In contemporary Western culture, dance has become a different animal than it once was. We pound a few cocktails, don our mating-call wardrobes, and shake our heinies with all kinds of intoxicated fervor until the wee hours of the morning -- and call it dance. But it's worth remembering that there's a whole other realm: dance that has deep philosophical meanings behind it and is rooted in thousand-year-old customs; dance that celebrates the end of a war or the beginning of a life; dance that is about a certain time or is learned through extended periods of disciplined study. You don't need to hang up your Ruby Skye kicks or stop ending up at the Endup to tap into these traditions. But if you're really interested in the origins of body movement, the Ethnic Dance Festivalis a good thing to take in while sitting one out.
Hearan Chung's Bi Chun Mu.
Opens on Saturday, June 11 (and
continues through June 26)
This year, the fest -- which includes about 30 companies -- has a three-week theme: "Beginnings, Journeys, and Transformations." In week one, "Beginnings" offers up dances that invoke a sense of creation and renewal. Alameda-based dancer Nitya Venkateswaran's Southern Indian piece, Shiva Shakti, fits that bill. Performed in the classical, religious style of bharata natyam, this fast-paced work evokes images of the goddess Shakti, the divine feminine force who inspired creation. Also this week, Dimensions Dance Theater pays homage to the African diaspora with Rhythm Harvest, which combines traditional African dance with contemporary choreography to take us across the Atlantic, from Africa to the Americas; and Hearan Chung's Korean "creation dance," titled Bi Chun Mu and inspired by ancient Buddhist and Shamanic teachings, portrays the revolving cycle of death and rebirth through images of birds and flight.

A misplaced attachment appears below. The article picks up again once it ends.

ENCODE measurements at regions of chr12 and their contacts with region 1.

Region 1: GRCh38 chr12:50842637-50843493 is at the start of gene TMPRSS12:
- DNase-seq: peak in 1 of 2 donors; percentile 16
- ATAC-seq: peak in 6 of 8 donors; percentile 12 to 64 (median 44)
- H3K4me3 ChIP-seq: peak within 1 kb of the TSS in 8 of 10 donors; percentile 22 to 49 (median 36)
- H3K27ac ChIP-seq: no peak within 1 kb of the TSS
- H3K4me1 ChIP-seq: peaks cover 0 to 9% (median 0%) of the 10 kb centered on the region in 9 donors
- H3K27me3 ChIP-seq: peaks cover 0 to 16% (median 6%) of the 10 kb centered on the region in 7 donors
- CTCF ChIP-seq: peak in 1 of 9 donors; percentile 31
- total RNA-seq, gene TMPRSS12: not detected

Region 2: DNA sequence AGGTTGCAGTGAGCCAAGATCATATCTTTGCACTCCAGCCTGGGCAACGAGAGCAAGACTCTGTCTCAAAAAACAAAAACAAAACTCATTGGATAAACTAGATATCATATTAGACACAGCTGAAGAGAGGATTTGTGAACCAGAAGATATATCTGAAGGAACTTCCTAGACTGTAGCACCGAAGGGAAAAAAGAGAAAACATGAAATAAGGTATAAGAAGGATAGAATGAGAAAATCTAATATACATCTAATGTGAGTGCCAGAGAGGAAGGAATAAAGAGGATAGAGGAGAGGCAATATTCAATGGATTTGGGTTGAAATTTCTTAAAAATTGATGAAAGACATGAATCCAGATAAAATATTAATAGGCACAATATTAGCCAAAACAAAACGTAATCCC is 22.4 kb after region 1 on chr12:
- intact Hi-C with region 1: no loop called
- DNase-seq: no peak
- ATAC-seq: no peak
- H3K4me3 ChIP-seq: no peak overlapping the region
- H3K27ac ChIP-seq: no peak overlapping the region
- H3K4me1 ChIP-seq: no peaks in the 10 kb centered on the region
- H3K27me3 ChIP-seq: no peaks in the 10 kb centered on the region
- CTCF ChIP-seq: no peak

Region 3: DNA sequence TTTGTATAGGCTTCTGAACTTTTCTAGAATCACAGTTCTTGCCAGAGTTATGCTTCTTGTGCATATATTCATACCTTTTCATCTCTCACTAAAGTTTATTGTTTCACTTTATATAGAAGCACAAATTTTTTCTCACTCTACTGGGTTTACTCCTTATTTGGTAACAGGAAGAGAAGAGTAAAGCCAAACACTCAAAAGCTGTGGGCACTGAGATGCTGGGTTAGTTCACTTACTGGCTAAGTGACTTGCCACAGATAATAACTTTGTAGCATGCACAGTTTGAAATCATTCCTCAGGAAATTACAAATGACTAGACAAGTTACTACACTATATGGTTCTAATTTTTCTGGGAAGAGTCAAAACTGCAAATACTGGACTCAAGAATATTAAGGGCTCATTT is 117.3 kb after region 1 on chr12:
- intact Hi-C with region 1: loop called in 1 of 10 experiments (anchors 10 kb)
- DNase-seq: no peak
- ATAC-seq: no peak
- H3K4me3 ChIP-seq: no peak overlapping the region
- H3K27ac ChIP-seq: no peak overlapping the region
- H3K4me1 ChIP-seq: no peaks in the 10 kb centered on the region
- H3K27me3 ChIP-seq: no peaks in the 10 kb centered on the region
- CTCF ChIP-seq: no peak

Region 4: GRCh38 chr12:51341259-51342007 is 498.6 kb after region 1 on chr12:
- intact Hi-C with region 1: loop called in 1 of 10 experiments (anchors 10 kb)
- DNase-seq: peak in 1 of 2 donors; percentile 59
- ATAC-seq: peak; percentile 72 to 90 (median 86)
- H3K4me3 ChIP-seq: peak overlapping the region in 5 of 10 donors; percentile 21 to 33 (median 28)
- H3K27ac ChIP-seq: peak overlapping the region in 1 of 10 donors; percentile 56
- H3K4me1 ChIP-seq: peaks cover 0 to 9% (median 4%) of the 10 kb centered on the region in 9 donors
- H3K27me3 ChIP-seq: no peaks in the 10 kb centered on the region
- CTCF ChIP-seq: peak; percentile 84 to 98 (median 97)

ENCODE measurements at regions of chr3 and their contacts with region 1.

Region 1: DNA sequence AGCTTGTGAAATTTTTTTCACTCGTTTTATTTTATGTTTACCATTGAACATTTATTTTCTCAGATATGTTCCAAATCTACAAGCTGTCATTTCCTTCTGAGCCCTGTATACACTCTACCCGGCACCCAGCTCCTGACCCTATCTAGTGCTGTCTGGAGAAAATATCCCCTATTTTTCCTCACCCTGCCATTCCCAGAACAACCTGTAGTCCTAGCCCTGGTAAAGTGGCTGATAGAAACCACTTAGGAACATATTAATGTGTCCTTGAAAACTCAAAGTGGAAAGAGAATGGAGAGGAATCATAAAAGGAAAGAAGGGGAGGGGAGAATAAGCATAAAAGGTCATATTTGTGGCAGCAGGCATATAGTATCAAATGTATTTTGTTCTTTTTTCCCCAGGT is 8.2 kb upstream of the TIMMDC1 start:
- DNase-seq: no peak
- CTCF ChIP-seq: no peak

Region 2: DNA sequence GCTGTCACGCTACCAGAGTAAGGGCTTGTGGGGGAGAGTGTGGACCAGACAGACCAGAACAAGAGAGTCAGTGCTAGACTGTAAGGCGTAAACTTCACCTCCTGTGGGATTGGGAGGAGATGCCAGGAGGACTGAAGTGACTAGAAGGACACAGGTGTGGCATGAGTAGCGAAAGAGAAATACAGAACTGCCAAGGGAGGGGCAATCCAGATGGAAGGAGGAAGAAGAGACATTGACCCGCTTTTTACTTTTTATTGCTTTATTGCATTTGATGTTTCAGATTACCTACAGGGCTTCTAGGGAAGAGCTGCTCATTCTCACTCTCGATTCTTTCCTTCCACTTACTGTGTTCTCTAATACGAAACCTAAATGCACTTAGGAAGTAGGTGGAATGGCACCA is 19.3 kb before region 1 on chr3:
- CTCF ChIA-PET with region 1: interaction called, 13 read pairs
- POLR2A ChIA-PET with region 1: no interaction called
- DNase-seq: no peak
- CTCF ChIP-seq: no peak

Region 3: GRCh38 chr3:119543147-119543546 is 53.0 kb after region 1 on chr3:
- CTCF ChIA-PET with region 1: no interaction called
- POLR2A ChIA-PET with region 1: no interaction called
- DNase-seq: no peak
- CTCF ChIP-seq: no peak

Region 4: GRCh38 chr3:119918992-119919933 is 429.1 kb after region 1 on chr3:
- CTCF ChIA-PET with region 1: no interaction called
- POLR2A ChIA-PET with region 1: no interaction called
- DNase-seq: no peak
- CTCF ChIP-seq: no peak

One sample from "Journeys," week two, is the Jubilee American Dance Theatre's Cajun A Fais Do Do, which incorporates influences from Louisiana's early settlers: black Creoles, North American Indians, German Jews, and other Europeans. Using good home-cooked storytelling, it starts with a gathering of locals at the social hall followed by the communal singing of a lullaby to put the babies to sleep. Then a waltz, an upbeat contra, and a Cajun two-step.
In the third week, "Transformations," the San Jose-based Chinese Performing Artists of America hit home with Moon Courting. Though marriage was traditionally arranged in China, certain minority cultures allowed kids some say in the matter. Riffing on old courting rituals, this work depicts scenes of eligible bachelors vying for the hand of a sweet young thing who keeps them all at arm's (and leg's) length. At one point, a young guy gets tossed into a room with too many cuties and can't figure out how to pick only one. Some themes, it seems, defy the passage of time.